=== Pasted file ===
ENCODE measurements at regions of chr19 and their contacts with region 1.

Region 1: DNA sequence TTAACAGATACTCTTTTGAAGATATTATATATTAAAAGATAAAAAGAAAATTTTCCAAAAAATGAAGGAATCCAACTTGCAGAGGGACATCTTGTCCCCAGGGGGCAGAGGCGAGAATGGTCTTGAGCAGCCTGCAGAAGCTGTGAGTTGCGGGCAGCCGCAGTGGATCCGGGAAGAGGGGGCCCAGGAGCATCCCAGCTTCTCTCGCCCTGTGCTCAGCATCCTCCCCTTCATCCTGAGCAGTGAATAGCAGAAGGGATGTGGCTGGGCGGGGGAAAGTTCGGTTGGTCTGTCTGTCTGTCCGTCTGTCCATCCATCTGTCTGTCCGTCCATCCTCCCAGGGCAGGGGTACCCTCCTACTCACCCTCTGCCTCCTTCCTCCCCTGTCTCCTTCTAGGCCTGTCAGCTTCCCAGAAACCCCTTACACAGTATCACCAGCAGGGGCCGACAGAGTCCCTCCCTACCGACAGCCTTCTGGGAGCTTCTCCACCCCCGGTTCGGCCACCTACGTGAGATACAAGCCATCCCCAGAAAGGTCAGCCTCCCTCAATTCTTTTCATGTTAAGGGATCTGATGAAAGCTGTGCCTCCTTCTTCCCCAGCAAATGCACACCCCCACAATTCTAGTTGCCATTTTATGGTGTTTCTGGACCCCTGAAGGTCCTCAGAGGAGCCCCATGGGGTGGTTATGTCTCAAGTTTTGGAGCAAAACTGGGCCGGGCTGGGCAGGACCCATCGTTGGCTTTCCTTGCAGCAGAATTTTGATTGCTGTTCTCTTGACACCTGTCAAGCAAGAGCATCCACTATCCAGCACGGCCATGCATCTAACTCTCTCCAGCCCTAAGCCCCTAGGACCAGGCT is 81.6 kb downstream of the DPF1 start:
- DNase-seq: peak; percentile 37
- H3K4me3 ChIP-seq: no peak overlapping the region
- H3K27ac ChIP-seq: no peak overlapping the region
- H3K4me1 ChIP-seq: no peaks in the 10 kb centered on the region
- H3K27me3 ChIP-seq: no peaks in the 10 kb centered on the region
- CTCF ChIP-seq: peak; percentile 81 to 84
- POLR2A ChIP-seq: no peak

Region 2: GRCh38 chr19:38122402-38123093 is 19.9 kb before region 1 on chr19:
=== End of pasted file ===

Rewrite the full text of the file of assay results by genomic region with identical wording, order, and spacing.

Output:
ENCODE measurements at regions of chr19 and their contacts with region 1.

Region 1: DNA sequence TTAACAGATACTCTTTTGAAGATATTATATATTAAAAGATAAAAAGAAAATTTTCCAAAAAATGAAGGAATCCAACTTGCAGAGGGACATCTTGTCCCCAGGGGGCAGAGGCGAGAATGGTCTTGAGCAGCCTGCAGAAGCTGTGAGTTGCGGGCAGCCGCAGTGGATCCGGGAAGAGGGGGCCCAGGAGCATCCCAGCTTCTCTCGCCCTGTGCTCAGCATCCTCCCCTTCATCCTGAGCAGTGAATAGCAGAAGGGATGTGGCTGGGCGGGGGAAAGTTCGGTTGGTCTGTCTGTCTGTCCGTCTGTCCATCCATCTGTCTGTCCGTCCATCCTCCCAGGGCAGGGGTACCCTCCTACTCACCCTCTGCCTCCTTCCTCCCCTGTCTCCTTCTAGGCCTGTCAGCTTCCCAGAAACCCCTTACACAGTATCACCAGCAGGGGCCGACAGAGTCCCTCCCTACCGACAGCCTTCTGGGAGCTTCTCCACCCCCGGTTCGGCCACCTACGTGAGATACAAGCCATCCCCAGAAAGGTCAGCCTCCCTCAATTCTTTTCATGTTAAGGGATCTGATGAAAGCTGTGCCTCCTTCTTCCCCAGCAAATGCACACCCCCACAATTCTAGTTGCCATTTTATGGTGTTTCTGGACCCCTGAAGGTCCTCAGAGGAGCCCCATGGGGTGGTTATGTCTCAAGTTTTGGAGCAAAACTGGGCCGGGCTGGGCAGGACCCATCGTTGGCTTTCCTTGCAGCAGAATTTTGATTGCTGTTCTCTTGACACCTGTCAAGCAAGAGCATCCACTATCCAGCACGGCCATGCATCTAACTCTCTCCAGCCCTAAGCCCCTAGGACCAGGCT is 81.6 kb downstream of the DPF1 start:
- DNase-seq: peak; percentile 37
- H3K4me3 ChIP-seq: no peak overlapping the region
- H3K27ac ChIP-seq: no peak overlapping the region
- H3K4me1 ChIP-seq: no peaks in the 10 kb centered on the region
- H3K27me3 ChIP-seq: no peaks in the 10 kb centered on the region
- CTCF ChIP-seq: peak; percentile 81 to 84
- POLR2A ChIP-seq: no peak

Region 2: GRCh38 chr19:38122402-38123093 is 19.9 kb before region 1 on chr19: